Lines in Graphic Design

Instructor: Sunday Moulton

Sunday earned a PhD in Anthropology and has taught college courses in Anthropology, English, and high school ACT/SAT Prep.

In this lesson, discover the role of line in graphic design. You'll understand why line is a fundamental element of art and design, learn different types and styles of lines, and how line is used by artists and graphic designers. Updated: 08/19/2021

Line is Fundamental

As an element of visual art and graphic design, line is perhaps the most fundamental. While you probably already know what a line is, graphic design will define it a little differently than the lines you studied in math class. In art, line is the path a dot takes as it moves through space and it can have any thickness as long as it is longer than it is wide. Not only can a line be a specifically drawn part of your composition, but it can even be an implied line where two areas of color or texture meet. This means that any shapes you use, even if they are not outlined, are bound by lines.

Types of Lines

Lines do not have to be perfectly straight, but if you've ever watched a toddler scribbling, you already knew that. Here are a few types of lines commonly used in art. They are defined by the path they take.

• Vertical Lines: These are perfectly straight lines extending up and down.
• Horizontal Lines: These are also perfectly straight lines, but they extend side to side.
• Diagonal Lines: Again, these are straight lines, but their direction has both a vertical and a horizontal direction.
• Curved Lines: These lines bend so that they are not perfectly straight.

Styles of Lines

In addition to the types of lines, artists and graphic designers use a variety of line styles. Some lines are longer than others, some are thicker than others, while some even change direction in order to zigzag or become wavy lines with curve changes. Check out these interesting style variations.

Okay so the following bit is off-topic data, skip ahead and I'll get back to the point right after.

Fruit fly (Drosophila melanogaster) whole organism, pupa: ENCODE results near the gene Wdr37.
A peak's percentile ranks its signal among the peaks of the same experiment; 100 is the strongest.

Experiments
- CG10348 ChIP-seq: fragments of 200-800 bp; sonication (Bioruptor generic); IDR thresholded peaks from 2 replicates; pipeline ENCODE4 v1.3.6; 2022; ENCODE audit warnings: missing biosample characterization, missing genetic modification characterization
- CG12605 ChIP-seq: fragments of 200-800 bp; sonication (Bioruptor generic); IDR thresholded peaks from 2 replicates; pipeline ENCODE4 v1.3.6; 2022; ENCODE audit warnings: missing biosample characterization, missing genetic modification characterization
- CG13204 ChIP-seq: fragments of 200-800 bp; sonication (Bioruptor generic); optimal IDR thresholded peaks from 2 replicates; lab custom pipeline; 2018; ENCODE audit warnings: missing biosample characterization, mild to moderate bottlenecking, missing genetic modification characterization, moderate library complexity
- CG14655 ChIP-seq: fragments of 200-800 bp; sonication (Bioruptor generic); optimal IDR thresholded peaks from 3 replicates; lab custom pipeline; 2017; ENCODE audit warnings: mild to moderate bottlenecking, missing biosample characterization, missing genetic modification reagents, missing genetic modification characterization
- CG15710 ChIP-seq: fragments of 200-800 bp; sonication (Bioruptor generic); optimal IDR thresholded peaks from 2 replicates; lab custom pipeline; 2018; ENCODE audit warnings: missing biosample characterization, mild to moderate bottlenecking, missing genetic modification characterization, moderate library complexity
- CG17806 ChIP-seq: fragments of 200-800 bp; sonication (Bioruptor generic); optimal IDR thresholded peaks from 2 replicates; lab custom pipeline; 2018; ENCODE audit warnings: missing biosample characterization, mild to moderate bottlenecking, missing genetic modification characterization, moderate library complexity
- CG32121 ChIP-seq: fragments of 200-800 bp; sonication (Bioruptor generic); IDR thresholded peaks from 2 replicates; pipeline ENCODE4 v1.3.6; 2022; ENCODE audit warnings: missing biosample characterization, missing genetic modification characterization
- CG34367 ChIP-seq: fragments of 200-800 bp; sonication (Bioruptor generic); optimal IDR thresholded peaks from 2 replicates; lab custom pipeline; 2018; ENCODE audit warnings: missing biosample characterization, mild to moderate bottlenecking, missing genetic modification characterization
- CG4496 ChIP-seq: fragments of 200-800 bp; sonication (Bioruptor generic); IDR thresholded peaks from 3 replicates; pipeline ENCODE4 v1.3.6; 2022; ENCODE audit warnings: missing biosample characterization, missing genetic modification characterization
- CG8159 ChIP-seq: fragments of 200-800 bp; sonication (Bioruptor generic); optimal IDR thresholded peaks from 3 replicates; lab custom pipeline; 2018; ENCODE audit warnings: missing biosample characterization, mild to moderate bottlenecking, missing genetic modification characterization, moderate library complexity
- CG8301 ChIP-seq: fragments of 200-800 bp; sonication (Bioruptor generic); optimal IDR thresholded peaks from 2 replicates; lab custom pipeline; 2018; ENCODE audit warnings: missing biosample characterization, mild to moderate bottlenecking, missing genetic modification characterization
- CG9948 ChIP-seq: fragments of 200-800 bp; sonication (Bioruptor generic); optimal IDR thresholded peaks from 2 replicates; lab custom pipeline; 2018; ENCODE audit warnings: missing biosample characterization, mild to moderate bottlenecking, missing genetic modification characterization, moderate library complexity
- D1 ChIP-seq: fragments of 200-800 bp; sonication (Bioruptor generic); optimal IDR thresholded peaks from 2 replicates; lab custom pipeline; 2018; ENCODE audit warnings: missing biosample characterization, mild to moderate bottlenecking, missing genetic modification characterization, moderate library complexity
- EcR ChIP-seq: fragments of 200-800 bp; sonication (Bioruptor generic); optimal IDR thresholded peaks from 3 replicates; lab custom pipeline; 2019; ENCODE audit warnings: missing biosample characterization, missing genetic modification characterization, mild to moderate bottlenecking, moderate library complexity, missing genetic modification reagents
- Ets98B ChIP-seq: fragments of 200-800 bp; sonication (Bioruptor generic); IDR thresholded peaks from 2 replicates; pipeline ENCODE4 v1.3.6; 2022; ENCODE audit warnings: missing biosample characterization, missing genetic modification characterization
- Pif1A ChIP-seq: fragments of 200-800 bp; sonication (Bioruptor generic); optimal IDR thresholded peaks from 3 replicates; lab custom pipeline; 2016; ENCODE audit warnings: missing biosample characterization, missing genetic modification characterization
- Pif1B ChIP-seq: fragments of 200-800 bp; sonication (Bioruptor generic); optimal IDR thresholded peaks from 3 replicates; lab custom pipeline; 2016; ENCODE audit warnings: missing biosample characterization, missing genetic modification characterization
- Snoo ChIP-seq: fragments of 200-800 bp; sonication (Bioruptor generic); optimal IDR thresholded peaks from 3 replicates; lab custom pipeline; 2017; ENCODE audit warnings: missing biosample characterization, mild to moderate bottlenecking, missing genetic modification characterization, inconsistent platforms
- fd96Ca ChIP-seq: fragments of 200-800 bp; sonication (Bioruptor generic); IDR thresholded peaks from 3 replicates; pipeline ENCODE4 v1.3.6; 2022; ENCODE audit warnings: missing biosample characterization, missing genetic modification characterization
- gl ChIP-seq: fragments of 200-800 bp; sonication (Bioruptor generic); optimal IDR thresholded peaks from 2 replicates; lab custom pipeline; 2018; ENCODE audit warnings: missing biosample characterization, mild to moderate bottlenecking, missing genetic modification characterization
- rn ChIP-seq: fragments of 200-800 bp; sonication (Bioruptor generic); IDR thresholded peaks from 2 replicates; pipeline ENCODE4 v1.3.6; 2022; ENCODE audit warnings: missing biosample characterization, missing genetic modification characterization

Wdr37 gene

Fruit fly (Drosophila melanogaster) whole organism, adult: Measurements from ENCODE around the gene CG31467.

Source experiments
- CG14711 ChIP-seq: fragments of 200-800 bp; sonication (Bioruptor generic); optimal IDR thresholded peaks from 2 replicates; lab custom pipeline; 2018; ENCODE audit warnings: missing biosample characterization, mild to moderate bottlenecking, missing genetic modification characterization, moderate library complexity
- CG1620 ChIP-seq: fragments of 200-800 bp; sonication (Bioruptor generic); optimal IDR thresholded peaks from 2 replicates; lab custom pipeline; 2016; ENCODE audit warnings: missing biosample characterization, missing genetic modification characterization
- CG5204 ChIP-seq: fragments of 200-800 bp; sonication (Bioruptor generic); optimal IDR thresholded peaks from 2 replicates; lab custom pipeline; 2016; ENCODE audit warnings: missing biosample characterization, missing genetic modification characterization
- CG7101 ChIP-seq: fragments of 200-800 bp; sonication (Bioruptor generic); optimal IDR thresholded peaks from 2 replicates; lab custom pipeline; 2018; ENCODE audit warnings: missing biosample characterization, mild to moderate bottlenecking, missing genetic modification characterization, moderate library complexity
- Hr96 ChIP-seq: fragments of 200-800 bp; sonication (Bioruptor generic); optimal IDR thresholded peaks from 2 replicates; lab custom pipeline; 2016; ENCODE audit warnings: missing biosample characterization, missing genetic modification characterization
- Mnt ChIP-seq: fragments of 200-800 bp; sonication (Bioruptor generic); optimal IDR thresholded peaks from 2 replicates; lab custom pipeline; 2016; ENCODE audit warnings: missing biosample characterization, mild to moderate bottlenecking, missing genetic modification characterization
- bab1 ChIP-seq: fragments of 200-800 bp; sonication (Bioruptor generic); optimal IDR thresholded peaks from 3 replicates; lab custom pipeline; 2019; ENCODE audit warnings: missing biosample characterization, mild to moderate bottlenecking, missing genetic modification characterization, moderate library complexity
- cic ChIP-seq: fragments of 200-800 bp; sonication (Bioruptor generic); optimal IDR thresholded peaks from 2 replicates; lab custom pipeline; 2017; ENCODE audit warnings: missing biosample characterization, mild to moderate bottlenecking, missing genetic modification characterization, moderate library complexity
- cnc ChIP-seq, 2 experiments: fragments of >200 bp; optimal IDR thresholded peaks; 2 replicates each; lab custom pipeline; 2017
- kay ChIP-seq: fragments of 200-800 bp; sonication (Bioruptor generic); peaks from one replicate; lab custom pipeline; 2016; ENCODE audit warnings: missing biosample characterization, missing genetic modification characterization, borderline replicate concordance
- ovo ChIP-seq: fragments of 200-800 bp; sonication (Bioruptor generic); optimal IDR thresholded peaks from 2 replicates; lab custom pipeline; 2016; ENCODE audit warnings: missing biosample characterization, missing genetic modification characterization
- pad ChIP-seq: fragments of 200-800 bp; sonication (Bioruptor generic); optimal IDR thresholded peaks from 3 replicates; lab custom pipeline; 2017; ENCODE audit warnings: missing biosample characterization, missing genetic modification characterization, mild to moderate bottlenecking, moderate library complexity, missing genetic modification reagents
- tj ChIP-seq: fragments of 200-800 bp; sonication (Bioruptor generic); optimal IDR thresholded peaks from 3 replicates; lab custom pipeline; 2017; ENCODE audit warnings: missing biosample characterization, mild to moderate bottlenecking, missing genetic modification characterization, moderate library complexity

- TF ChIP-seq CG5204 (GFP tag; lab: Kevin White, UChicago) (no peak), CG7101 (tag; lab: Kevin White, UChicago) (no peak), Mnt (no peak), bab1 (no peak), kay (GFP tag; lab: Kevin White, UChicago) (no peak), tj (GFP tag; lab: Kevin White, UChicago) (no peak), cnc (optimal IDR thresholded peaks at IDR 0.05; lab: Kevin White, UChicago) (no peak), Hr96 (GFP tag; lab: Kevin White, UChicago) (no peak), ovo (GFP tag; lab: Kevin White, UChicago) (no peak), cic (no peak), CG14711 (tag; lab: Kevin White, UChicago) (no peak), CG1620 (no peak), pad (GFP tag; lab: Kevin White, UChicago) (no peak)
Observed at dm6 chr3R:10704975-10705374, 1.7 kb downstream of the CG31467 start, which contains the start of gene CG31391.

• Continuous Lines: These are solid lines drawn from one point to another. They can be straight or curvy as long as they do not stop and restart at any point.
• Interrupted Lines: These lines are the opposite of continuous lines. The line's path still exists from one point or another, but there are gaps in the illustration along the way. Two common types of interrupted lines are dotted lines and dashed lines.
• Implied Lines: We mentioned these in the introduction. They are lines that are not drawn but exist at the point where one area of color or texture touches another area of color or texture. Basically, they exist, but they are more like the lines from your math class where they have length, but no width at all.

Using Lines

Graphic designers use lines in the way many other types of artists do, but they also have a number of ways to employ lines that are specific to their line of work.

There are three major ways that artists use lines in their compositions, often in drawing. These all involve how they construct images from lines.

• Contour Line Drawing: In this method, lines are used to outline shapes and draw in details, like a fold in fabric.
• Gestural Line Drawing: This method uses lines to represent motion. Ever see a series of lines behind a running character in a comic book, comic strip, or cartoon?
• Hatching and Cross-hatching: This method uses lines for every part of the image. In hatching, the artist draws a series of parallel lines, creating shading where the lines are grouped closer together. In cross-hatching, the artist draws parallel lines in one direction and a set of lines perpendicular to the first. Again, where the lines are closer together, they create shading.

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